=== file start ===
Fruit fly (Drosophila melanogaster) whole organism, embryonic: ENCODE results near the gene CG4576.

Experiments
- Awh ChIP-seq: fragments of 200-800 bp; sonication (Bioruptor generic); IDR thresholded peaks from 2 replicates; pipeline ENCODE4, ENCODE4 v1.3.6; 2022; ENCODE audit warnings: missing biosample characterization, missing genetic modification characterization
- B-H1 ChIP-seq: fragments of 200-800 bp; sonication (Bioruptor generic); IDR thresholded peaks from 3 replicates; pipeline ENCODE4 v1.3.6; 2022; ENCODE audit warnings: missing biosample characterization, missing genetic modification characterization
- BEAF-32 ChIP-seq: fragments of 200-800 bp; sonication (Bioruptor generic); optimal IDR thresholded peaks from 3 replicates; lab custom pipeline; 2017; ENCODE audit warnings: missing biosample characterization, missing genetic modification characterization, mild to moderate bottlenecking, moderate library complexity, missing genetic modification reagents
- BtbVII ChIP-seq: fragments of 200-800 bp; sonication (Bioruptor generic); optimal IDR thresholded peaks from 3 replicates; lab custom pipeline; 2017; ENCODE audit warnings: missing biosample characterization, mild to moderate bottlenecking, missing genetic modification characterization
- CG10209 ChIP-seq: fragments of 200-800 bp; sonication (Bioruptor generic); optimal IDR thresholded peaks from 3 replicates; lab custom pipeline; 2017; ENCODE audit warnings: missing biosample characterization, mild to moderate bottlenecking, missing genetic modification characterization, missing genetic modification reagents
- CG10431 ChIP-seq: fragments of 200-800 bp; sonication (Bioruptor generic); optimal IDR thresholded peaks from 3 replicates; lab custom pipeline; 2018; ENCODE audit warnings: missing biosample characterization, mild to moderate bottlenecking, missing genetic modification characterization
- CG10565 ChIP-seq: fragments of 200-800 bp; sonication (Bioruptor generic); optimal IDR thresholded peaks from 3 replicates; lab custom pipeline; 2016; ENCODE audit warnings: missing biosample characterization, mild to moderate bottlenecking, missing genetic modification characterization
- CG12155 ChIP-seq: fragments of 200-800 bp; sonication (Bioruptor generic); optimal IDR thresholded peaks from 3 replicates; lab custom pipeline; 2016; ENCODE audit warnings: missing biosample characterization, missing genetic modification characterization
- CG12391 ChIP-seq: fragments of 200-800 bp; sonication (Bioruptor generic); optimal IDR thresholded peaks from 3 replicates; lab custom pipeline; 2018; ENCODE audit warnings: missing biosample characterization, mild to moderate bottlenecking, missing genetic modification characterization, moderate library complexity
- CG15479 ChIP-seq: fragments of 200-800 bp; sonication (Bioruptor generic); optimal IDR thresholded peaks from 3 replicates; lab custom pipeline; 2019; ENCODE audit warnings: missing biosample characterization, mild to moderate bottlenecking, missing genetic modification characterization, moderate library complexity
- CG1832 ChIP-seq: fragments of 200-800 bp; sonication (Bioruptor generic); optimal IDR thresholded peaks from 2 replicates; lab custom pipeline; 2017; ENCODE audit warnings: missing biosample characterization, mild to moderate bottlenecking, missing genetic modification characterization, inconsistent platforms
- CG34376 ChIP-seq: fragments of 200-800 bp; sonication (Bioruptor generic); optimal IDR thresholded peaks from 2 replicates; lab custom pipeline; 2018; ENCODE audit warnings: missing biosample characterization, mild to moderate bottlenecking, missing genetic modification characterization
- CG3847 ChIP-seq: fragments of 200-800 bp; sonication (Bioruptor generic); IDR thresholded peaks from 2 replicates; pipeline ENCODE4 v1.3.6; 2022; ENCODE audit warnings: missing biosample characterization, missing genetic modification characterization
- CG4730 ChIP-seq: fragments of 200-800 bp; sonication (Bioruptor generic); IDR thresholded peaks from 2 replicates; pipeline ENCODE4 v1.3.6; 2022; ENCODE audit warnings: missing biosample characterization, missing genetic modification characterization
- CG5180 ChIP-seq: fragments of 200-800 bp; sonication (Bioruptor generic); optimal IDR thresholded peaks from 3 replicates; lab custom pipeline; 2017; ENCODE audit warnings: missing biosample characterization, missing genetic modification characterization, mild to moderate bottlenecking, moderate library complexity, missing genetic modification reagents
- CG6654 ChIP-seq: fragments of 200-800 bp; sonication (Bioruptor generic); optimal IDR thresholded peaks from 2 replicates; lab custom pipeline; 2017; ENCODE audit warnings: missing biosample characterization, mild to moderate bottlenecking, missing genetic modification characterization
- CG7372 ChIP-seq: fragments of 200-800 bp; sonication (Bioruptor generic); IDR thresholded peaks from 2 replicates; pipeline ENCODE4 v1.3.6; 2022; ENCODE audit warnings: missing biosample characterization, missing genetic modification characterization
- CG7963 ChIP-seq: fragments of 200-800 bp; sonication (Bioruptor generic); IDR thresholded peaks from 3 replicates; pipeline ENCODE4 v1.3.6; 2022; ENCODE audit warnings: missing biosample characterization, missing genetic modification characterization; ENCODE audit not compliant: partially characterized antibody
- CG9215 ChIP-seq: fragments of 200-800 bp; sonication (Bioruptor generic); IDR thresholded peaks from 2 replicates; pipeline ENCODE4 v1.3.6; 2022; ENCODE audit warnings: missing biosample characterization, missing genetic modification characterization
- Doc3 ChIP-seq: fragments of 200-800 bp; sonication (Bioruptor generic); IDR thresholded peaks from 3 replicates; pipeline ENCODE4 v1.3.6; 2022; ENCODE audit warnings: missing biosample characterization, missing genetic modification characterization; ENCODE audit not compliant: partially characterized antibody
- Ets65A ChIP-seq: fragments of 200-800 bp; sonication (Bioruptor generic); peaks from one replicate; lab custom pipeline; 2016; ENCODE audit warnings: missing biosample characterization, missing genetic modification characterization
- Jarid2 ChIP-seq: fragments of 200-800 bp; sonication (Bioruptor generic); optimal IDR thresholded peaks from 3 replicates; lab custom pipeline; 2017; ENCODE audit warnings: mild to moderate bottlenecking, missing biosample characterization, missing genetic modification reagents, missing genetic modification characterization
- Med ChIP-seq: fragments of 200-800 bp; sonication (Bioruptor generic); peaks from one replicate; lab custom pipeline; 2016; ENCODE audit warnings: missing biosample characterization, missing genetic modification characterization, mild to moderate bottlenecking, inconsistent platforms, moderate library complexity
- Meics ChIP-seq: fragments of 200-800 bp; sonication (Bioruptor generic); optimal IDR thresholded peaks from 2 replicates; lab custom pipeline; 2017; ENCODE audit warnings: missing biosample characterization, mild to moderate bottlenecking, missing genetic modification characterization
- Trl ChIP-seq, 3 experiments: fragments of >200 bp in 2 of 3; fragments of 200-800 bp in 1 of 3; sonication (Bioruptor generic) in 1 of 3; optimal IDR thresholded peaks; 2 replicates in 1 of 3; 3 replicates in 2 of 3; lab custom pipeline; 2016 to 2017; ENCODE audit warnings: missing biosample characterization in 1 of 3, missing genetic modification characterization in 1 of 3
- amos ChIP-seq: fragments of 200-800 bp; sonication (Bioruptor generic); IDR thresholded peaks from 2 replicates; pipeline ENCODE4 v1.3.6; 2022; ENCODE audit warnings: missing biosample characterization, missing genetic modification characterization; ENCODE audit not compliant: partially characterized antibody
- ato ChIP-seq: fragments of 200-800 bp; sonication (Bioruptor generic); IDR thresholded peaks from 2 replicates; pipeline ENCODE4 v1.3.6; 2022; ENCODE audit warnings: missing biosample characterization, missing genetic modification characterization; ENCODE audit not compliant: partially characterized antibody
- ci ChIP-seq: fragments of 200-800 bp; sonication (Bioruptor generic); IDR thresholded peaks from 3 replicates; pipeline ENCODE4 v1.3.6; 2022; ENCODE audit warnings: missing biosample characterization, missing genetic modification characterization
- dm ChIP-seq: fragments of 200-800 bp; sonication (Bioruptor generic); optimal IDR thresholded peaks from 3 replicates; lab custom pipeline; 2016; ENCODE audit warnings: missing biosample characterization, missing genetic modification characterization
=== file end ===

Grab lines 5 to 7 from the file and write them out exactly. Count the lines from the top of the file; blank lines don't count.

- BEAF-32 ChIP-seq: fragments of 200-800 bp; sonication (Bioruptor generic); optimal IDR thresholded peaks from 3 replicates; lab custom pipeline; 2017; ENCODE audit warnings: missing biosample characterization, missing genetic modification characterization, mild to moderate bottlenecking, moderate library complexity, missing genetic modification reagents
- BtbVII ChIP-seq: fragments of 200-800 bp; sonication (Bioruptor generic); optimal IDR thresholded peaks from 3 replicates; lab custom pipeline; 2017; ENCODE audit warnings: missing biosample characterization, mild to moderate bottlenecking, missing genetic modification characterization
- CG10209 ChIP-seq: fragments of 200-800 bp; sonication (Bioruptor generic); optimal IDR thresholded peaks from 3 replicates; lab custom pipeline; 2017; ENCODE audit warnings: missing biosample characterization, mild to moderate bottlenecking, missing genetic modification characterization, missing genetic modification reagents